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  • Writer's pictureChris Stein, CFP®

Filing Strategies for Spouses With Large Age Differences

What are the options for Social Security filing strategies when spouses have a large age difference?

Limited Choices

There are more limited choices in this case, but still a few things to consider.  A question came in as:

My husband turns 66 in a few months, and I am 51 today.  I am having trouble finding filing strategies with such an age gap.  We have decided my husband will file for his benefit when he turns 66.  Are there any strategies available to us?  Can I file for spousal benefits when I turn 62?  I have my own earned Social Security retirement benefit as well.”

First of all, most filing “strategies” involve some sort of coordination of filing between spouses.  Generally spouses who are close in age and each have a substantial earnings record will find they have the greatest number of filing options.  However, there are still a few things to consider for couples who are not close in age or even for single persons.

Survivor Benefits Instead

In this case the husband is filing at his full retirement age in a few months.  While the emailer states this is their plan, I do want to point out that sometimes we recommend the older person delay filing as long as possible in order to generate the highest SURVIVOR benefit.  The fact that the husband is 15 years older, and is male (shorter expected lifespan than a female) makes it likely the wife will outlive her husband by quite a few years.  Since the death of one spouse will cause the surviving spouse to be able to collect only ONE of the two earned benefits, having the husband’s benefit be the highest possible will leave a much more attractive monthly survivor benefit for his wife.

Either Your Own Benefit Or a Spousal Benefit

Whether the husband files in the next few months or waits to age 70 where his benefit is its maximum, he will be filing many years before his wife will be eligible to file for a retirement benefit.  The wife becomes eligible for a retirement benefit (either her own or her spousal benefit) when she reaches age 62 (in 11 years).  At that point her husband will be 77 and collecting his retirement benefit.  Since he will be collecting when she turns 62 the wife will be eligible for EITHER her own benefit OR her spousal benefit, whichever is higher.  She will not have the ability to pick and choose between them unless Congress changes the rules.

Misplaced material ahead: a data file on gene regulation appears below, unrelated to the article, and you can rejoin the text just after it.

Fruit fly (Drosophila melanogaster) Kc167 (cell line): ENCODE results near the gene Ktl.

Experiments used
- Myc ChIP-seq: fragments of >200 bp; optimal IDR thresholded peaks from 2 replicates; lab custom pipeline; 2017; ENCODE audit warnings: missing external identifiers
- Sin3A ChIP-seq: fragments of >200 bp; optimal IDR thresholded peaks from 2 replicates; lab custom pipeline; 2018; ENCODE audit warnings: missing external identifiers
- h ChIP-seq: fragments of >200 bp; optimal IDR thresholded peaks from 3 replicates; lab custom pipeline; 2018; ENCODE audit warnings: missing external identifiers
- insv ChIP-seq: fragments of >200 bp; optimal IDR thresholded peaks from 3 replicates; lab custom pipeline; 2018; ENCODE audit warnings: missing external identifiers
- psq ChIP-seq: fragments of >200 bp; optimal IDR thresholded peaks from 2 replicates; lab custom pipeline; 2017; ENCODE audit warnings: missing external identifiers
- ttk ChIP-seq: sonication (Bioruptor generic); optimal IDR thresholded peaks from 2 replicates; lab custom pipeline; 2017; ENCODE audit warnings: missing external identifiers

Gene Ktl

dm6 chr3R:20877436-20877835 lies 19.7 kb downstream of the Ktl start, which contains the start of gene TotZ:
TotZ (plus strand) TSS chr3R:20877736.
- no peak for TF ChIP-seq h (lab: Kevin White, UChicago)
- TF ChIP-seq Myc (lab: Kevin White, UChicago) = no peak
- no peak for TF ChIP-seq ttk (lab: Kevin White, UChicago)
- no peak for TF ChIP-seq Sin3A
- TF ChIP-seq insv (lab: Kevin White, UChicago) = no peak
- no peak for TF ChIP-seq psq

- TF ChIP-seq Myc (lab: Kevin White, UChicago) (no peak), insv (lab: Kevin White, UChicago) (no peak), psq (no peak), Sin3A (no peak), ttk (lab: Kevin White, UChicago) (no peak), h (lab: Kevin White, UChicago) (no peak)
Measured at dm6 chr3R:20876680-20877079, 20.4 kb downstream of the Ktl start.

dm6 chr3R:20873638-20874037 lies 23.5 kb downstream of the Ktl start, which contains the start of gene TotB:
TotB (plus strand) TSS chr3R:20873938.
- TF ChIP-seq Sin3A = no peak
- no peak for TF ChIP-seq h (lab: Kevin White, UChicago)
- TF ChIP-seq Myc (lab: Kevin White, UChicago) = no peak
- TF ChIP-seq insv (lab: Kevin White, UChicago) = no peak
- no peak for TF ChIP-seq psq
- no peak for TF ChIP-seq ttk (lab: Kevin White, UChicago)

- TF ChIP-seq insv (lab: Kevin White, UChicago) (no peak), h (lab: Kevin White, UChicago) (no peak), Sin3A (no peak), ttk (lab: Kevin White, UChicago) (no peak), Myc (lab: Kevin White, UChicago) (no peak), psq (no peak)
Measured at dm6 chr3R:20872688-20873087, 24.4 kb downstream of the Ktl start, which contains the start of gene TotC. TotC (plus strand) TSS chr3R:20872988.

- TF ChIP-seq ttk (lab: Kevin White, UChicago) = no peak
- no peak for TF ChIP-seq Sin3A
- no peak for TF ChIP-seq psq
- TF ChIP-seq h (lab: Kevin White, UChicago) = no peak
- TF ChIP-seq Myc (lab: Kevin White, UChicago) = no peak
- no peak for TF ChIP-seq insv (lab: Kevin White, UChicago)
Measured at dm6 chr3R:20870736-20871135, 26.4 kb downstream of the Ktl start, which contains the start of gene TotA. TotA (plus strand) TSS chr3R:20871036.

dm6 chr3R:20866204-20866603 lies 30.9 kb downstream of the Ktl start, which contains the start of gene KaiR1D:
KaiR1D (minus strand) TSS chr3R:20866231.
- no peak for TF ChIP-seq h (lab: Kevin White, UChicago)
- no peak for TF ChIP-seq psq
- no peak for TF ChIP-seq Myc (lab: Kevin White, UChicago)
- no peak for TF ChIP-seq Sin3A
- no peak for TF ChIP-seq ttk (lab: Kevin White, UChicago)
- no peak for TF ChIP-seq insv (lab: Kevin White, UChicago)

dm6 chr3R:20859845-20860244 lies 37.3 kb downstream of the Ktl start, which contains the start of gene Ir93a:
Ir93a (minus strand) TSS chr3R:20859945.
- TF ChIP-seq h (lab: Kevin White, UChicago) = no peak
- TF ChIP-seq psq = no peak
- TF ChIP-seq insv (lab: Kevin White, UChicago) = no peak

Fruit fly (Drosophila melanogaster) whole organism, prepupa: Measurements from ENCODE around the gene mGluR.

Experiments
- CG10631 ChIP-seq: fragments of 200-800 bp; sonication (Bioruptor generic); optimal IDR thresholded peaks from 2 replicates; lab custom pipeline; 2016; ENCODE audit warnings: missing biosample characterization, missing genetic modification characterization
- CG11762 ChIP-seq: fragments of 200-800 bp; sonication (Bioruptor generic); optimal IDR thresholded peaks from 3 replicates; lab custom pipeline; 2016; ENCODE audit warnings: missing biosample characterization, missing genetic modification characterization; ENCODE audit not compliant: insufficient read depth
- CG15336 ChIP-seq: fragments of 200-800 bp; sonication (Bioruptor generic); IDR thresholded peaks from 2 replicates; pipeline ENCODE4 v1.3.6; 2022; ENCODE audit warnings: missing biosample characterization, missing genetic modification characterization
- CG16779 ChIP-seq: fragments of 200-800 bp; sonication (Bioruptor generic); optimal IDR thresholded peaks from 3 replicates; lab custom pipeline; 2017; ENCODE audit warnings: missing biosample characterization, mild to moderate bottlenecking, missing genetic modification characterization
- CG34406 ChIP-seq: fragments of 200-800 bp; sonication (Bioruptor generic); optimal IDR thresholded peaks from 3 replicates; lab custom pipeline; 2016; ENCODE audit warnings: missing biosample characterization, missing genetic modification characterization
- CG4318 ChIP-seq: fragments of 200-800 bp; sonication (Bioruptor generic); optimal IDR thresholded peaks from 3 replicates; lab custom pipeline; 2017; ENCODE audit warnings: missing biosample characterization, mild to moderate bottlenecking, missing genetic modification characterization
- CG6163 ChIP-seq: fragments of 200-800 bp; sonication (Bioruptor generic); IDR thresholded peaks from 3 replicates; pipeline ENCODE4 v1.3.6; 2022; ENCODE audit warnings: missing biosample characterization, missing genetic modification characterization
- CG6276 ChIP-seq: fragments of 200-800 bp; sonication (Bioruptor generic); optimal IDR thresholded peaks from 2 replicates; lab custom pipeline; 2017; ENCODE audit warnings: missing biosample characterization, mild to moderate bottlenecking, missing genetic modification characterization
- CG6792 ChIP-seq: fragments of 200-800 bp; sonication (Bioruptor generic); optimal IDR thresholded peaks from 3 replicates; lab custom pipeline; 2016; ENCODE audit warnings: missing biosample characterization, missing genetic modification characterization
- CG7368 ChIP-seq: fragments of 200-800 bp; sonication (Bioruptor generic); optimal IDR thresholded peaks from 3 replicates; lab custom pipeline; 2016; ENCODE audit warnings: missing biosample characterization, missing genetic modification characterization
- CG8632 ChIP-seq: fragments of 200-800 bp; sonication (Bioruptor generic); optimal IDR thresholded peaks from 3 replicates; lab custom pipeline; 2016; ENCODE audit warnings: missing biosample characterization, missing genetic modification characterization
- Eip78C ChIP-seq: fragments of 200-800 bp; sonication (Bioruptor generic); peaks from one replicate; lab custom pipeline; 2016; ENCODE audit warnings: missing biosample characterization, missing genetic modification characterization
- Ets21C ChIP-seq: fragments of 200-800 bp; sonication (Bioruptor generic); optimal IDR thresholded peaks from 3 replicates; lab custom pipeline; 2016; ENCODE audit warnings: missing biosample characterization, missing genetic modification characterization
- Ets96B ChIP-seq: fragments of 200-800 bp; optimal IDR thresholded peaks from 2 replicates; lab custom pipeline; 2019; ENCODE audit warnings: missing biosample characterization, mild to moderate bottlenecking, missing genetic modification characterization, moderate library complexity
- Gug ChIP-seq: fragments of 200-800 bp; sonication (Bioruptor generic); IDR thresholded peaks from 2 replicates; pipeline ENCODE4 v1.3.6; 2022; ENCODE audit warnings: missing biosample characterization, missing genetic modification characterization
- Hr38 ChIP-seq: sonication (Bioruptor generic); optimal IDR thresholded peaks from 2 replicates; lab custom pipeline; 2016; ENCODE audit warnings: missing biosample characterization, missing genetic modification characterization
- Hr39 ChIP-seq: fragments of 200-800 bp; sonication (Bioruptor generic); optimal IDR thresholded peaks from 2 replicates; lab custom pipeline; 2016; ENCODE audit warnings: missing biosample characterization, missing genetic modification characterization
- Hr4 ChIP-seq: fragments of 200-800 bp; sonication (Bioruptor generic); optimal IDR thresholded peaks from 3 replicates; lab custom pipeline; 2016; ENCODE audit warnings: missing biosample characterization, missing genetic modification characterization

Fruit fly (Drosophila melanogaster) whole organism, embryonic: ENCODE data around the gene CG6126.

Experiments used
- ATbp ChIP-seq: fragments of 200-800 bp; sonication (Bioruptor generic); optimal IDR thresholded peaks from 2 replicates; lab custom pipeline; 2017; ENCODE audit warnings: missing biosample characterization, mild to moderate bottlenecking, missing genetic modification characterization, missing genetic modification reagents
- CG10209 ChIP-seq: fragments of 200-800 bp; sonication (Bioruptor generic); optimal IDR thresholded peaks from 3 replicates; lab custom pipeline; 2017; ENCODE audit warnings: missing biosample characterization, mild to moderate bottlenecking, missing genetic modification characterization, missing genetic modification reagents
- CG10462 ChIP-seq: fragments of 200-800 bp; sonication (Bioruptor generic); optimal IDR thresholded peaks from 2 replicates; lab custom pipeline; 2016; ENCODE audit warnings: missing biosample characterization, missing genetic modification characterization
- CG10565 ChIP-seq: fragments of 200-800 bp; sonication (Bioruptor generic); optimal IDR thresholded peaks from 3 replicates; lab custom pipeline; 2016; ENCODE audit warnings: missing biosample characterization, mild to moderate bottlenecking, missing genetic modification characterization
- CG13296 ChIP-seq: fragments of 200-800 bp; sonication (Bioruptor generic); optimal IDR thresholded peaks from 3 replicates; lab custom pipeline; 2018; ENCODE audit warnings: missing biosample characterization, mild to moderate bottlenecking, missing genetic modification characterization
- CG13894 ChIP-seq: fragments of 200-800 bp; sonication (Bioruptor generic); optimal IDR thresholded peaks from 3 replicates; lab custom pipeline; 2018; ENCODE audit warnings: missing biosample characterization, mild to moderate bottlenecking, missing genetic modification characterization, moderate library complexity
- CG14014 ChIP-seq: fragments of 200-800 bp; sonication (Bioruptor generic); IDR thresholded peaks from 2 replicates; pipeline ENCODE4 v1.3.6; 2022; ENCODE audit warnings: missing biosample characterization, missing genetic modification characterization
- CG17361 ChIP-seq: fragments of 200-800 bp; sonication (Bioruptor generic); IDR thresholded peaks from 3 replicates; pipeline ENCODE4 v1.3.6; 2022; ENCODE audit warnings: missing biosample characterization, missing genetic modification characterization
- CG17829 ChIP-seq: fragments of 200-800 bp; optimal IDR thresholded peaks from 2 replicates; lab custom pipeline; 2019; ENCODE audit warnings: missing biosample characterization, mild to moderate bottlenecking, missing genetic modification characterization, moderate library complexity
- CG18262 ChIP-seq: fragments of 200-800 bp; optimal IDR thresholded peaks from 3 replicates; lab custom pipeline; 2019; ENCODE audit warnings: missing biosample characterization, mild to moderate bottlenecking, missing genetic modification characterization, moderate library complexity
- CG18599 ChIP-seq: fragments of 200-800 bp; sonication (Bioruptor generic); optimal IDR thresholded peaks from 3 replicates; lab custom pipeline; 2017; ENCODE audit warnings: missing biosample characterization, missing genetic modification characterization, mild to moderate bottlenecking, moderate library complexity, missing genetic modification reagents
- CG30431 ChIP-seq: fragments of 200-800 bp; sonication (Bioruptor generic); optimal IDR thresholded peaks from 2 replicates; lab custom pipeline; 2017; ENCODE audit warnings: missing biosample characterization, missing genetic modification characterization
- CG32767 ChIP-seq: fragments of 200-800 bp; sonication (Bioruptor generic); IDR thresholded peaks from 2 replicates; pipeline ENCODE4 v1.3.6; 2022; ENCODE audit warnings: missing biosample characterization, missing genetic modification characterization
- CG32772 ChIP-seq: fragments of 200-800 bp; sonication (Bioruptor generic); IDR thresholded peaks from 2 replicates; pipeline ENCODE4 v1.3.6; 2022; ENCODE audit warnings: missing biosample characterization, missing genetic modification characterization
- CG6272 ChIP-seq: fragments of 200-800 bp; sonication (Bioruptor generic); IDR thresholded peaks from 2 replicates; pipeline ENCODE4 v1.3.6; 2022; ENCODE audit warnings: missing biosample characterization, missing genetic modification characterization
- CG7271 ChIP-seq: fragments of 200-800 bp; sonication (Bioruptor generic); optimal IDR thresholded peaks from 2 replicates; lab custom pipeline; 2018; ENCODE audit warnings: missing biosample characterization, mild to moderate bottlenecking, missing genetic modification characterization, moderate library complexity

Under current rules she will be paid the largest of whichever benefit for which she is eligible, no matter what age she is when she files.  Had she been older (at least 62 by Jan 1, 2016), she would have had some flexible options once she reached 67, but she clearly does not meet that requirement.

More Flexibility In Some Instances

That may seem to be the end of the story, but I would like to suggest something else to keep in the back of her mind.  With such a large age difference it is certainly conceivable that her husband my pass away before she reaches age 62.  If that sad event happens she will actually have more flexibility.

In the case of survivor benefits it IS possible to file for those while leaving your own benefit unclaimed.  This would allow her to collect a spousal benefit as early as her age 60, but then let her own benefit grow until as late as her age 70 where her benefit would be maximized.  The choice to do this would depend on a number of things, including the relative sizes of those two benefits for which she is eligible.  I only mention this so if she finds herself in that situation she will consider coordinated filing between her two benefits to maximize her lifetime benefits

I thank this listener for emailing us this question and encourage anyone else with questions to reach out to us.  We always enjoy hearing from our blog readers/listeners and appreciate the questions.

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